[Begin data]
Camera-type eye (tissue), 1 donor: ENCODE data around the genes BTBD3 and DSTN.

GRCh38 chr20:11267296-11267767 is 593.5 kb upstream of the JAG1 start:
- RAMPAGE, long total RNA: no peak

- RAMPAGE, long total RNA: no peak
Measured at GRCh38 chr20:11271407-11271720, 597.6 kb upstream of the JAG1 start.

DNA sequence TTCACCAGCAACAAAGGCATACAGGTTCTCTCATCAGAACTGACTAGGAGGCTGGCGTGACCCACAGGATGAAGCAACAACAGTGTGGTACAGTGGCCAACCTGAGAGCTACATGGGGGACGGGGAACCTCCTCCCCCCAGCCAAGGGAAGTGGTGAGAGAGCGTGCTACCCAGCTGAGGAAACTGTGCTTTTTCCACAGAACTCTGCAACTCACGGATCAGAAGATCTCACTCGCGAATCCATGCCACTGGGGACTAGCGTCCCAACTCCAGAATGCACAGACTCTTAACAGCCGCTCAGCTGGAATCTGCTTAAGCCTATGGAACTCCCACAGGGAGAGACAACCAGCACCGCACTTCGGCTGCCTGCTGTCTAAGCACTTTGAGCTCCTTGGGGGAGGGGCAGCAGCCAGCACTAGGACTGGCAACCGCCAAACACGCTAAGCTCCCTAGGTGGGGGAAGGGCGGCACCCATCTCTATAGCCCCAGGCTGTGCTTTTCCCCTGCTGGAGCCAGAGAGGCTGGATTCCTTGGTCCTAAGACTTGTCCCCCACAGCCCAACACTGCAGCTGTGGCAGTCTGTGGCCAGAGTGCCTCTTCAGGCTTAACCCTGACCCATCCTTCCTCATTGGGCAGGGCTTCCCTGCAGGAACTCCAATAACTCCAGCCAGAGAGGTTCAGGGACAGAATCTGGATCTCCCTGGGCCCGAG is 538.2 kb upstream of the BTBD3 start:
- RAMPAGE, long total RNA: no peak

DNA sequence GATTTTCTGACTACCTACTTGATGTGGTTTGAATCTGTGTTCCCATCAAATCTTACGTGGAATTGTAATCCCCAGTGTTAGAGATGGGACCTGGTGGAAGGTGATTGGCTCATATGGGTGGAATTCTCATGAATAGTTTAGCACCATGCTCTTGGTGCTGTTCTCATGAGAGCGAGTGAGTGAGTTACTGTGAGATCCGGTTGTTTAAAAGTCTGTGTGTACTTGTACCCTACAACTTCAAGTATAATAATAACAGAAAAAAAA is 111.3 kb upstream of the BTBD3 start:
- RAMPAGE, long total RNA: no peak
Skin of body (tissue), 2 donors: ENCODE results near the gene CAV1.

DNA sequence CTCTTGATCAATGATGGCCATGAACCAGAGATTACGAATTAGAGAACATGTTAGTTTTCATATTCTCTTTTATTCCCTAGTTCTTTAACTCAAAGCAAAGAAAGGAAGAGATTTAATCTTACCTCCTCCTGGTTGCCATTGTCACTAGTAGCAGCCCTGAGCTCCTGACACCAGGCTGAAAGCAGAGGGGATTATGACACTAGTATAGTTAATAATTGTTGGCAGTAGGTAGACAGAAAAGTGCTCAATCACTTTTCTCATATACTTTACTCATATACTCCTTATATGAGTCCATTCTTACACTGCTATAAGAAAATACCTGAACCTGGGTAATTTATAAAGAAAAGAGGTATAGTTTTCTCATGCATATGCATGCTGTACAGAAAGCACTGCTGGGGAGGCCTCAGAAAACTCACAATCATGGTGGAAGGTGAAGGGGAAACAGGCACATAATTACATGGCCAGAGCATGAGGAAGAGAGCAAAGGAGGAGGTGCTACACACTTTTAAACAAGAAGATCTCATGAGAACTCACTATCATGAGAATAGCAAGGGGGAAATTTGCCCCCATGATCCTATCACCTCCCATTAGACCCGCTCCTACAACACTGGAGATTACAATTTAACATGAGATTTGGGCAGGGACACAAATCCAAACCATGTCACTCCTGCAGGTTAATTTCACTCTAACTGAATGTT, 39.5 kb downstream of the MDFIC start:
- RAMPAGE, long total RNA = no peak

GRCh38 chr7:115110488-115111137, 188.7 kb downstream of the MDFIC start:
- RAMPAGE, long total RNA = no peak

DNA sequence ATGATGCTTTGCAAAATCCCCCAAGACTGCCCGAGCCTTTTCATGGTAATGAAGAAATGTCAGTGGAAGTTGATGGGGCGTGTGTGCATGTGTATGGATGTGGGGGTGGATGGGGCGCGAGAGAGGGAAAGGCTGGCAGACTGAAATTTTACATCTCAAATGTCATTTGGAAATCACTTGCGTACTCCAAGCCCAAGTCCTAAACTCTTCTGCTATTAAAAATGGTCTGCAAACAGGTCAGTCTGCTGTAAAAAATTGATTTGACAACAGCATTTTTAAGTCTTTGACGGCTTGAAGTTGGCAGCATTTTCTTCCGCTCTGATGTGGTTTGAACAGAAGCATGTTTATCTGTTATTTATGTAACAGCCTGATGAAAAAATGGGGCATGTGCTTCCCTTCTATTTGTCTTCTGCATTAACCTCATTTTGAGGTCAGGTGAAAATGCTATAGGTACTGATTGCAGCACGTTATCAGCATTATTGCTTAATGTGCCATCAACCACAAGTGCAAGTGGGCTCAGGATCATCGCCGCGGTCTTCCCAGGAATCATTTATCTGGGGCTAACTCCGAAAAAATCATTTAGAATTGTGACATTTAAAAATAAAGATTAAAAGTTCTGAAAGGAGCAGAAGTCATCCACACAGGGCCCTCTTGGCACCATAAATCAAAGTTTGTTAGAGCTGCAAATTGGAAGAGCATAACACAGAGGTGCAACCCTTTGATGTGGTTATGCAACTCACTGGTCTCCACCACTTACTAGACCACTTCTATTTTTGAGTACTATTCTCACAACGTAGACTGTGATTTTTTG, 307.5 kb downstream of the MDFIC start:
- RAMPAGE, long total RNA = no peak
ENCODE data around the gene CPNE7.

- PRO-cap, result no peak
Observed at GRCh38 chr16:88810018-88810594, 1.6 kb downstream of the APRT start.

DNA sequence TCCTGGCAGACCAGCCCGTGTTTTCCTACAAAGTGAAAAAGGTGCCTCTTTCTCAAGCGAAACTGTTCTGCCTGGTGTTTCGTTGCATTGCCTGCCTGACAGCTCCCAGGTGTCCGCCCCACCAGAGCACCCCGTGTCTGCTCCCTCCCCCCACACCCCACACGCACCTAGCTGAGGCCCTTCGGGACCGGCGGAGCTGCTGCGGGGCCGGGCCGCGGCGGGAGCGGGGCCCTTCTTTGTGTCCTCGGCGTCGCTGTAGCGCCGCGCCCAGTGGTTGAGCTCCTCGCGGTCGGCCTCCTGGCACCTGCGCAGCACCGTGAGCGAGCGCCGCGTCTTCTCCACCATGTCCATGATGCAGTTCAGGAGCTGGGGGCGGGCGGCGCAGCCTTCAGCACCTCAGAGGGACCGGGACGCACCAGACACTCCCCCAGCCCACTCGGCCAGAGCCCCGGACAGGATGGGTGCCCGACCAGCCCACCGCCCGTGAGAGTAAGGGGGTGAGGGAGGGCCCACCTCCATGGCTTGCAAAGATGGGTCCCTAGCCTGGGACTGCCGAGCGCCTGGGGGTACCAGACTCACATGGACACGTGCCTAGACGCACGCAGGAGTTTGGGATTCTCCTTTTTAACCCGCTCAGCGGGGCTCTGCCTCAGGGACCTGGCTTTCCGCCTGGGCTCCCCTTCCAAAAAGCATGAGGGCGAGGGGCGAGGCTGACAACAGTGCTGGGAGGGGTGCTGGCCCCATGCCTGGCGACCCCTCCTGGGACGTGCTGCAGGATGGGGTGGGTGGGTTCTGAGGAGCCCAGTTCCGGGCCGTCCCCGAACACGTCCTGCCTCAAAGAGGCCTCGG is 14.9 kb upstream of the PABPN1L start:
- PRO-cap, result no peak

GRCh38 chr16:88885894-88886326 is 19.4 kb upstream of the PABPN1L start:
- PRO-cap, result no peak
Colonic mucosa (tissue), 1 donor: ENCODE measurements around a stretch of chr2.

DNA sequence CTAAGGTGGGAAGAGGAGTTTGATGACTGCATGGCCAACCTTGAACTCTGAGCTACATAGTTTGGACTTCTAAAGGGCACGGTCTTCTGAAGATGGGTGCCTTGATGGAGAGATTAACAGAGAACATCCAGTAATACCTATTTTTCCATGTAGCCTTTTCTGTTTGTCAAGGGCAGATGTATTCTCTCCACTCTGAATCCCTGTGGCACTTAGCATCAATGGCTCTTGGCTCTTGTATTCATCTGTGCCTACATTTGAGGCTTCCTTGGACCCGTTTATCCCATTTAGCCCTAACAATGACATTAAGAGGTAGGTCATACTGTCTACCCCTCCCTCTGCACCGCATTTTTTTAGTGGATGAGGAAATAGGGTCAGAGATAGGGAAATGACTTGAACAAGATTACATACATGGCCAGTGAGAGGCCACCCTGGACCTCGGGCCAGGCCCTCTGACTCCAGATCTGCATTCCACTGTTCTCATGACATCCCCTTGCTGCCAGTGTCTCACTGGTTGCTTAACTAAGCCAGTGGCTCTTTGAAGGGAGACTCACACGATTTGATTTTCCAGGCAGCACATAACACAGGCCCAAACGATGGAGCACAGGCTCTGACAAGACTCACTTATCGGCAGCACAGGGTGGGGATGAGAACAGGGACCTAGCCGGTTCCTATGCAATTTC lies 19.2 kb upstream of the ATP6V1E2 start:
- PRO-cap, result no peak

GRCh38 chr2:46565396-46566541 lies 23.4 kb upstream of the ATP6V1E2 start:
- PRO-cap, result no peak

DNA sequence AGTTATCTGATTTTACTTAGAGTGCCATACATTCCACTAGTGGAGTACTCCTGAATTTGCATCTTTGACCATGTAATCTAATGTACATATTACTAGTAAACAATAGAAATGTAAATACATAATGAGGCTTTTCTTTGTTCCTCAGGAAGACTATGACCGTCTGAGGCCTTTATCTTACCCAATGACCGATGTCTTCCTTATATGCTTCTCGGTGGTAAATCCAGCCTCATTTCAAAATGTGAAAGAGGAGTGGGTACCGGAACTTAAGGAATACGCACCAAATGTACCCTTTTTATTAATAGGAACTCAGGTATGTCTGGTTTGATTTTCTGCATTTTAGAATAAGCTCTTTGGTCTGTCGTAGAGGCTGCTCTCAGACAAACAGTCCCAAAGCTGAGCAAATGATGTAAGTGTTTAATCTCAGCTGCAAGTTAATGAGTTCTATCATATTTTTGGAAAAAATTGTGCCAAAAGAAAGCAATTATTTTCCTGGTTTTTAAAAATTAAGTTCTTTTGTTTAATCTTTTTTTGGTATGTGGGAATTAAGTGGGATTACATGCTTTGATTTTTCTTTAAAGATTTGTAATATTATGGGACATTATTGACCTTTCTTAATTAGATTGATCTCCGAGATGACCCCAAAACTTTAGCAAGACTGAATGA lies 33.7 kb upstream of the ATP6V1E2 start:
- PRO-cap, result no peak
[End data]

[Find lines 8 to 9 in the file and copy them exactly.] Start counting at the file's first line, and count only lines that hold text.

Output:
DNA sequence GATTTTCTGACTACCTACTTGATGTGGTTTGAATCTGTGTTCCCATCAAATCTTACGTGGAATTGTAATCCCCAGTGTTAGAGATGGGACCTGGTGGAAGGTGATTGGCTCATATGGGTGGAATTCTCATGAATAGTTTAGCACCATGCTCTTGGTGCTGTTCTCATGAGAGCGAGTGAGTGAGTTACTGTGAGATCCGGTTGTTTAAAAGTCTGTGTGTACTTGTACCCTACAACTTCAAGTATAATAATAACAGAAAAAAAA is 111.3 kb upstream of the BTBD3 start:
- RAMPAGE, long total RNA: no peak